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Sunday, August 9, 2009

Reflections and solicitations for help

My real job has been keeping me busy about 60 hours a week one so not much bee keeping has been done lately. I remember reading something way back when, it really put some perspective to my hive design and was from a prominent beekeeper in the late 1700s I think it was around 1780 who said something to the effect that if you were to get a room full of beekeepers you would find that everyone of them had a different idea on the best hive design and best way to keep bees. So I took that to mean that for as long as man has been keeping bees each one has had the best hive design ever. I therefore figure I am in good company.

The biggest rush this spring was mostly due to timing, I didn't want another year to go by without putting my design in use. I wanted to have them across a large climate range but that is all gone now. This year is almost over for starting new hives.

So maybe in the winter when people are building new hives for next year someone will ask and I will share and we can start this project again.

Another website last spring posted a request for hive designs in conjunction with a conservation project. So I designed another little hive I called B cubed or B3. This was nothing like "The Best Hive EVER!" The B3 was just something I put together to trying to conform to the requirements of that project. In areas where you want a strong wild bee population I think it is a wonderful idea. "The conservation Hive" should do just that, increase the wild bee population. The biggest problem with the project here is that the law makers and general population are trying their best to reduce the wild bee population in fear of the AHB (Africanized Honey Bee). The local beekeepers are trying to keep a low profile because they know that the AHB is hybridizing the total bee population and they are not as big of a threat as the general population fears. If there were several of these conservation hives around that were discovered or worse someone got hurt by a hive that had been taken by AHB then there would be a public outcry and it would become open season on bee keepers.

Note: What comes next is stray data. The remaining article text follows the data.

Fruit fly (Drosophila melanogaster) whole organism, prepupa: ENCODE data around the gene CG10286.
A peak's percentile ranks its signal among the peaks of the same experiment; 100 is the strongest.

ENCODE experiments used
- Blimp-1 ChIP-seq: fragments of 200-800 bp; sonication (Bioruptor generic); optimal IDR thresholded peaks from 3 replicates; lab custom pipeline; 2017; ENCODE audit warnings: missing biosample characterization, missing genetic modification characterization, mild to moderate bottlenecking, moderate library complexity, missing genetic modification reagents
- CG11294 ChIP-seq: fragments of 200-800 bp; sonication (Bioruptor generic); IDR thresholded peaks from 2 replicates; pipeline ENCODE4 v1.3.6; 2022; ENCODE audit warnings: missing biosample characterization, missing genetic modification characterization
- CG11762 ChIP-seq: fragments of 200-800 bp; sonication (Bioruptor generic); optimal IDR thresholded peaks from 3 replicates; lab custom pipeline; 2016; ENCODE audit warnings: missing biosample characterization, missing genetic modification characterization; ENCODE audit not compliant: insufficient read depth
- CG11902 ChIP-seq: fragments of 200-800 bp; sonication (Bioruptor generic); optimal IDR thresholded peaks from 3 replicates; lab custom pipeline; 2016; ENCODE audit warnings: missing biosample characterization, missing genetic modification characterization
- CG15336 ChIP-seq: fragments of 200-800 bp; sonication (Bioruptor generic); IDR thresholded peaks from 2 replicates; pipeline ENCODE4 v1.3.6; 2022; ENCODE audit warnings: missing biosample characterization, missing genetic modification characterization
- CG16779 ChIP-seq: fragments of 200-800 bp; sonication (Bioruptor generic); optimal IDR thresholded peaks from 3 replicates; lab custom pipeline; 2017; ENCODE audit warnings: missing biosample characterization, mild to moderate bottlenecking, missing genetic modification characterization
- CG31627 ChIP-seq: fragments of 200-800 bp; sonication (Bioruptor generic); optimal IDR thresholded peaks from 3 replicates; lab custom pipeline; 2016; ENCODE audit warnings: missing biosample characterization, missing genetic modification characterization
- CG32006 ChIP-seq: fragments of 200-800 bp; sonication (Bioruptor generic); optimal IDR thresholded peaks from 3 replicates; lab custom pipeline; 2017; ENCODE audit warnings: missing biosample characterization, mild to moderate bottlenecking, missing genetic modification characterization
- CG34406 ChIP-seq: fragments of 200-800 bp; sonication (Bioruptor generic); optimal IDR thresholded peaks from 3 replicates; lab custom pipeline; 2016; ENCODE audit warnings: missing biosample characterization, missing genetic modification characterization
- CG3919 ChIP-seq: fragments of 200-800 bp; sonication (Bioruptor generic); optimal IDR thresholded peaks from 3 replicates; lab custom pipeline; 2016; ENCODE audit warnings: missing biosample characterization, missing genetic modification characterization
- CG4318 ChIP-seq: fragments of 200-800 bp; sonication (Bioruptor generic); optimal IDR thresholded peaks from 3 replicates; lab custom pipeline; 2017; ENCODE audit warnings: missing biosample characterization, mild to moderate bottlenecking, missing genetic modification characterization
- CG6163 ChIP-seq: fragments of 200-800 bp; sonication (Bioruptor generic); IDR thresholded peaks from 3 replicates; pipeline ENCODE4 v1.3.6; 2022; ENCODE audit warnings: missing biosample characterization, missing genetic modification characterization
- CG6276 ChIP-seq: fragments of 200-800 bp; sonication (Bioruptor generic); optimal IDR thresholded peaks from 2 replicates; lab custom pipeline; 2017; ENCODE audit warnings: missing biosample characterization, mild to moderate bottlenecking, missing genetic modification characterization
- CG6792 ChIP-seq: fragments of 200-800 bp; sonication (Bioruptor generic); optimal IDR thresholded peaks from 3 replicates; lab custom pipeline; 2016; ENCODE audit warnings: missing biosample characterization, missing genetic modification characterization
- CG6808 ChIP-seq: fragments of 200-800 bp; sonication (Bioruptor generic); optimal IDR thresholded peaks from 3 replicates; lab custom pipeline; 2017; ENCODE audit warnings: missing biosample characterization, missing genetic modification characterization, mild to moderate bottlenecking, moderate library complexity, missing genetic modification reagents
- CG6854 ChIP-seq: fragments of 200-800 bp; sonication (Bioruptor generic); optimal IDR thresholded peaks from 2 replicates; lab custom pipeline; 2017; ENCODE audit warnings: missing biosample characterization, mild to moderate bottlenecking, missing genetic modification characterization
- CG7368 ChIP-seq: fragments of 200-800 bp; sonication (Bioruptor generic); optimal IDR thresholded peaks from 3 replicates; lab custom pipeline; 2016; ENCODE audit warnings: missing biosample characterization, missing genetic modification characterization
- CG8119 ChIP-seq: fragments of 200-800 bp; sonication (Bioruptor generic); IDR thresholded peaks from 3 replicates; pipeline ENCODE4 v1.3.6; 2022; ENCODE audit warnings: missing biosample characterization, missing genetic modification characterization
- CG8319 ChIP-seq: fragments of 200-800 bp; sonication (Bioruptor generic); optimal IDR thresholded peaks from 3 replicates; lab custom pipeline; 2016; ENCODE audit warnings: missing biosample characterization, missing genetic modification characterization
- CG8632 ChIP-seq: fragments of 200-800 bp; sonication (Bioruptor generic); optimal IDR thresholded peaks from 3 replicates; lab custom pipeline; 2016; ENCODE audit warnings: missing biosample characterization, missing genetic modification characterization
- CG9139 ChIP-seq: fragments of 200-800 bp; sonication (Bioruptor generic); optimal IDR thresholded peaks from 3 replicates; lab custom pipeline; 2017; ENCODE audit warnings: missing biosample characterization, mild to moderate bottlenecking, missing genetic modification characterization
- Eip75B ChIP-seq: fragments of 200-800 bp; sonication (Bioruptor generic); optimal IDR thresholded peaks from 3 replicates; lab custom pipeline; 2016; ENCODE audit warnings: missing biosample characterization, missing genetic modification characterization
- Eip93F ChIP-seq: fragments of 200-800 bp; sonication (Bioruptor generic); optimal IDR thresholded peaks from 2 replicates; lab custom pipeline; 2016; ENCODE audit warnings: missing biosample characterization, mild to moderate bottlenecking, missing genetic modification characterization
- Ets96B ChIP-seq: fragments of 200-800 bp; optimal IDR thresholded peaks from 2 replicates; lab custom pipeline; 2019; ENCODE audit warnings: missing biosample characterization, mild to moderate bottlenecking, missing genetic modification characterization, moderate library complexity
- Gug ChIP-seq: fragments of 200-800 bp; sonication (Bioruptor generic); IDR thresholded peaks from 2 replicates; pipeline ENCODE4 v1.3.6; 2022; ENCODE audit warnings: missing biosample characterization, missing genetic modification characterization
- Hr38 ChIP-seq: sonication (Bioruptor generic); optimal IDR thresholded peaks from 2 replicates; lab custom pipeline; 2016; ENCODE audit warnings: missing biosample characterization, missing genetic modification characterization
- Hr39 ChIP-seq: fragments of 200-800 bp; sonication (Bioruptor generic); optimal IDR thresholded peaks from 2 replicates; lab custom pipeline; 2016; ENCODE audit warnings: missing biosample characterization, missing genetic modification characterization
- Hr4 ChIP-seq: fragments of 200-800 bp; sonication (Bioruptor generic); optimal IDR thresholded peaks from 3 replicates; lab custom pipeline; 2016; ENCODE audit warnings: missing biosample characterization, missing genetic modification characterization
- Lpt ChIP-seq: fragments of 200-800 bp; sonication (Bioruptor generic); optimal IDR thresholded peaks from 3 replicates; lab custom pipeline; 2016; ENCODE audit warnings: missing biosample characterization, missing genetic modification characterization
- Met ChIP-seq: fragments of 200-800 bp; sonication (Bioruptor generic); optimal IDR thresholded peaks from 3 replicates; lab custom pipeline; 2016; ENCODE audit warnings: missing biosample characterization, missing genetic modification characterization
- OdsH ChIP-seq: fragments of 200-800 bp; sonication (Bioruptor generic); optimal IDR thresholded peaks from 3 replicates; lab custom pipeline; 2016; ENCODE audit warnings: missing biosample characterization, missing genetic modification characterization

It is too early to really say but I think my "The Best Hive EVER!" will address many of the issues surrounding AHB and keeping them. So in the long run if the AHB does adapt and move further north, people will be able to keep them with similar risk factors as the current breeds. I don't think they will ever get as passive as our current bees but with proper management and continual breeding they will calm down and better suited to deal with the common ailments of today. This is an area that really needs study from research types.

It is not that I think my design is the last word nor will it turn out to be an overwhelming success. In fact I don't think I have any part that is completely revolutionary by its own merits. I do think the combination is unique and should be enough to make a nice profit if produced in mass. Plus I think that the bees will at least as healthy if not more so than with any other designs that has been put forward. In the end it is really about enabling the bees to be healthier and more productive. Being able to mange them and harvest honey is a bonus and making a profit in addition to honey sales would be tops.

The two main issues I face have not changed.
1) I don't have the skills to easily turn my ideas into reality and my hives suffer from poor workmanship. The good here is this means even ppl who have little skill can still make something from these plans that will actually work. Maybe not as good as what a professional can build but good none the less.
2) I don't have much experience with keeping Honeybees so many of my mistakes are associated with this and not the hive design. It is hard to sort out the differences sometimes but there are many good sources that help keep me from totally messing things up.

I am doing the best I can with what I have to work with. I sure wish I could talk someone into helping.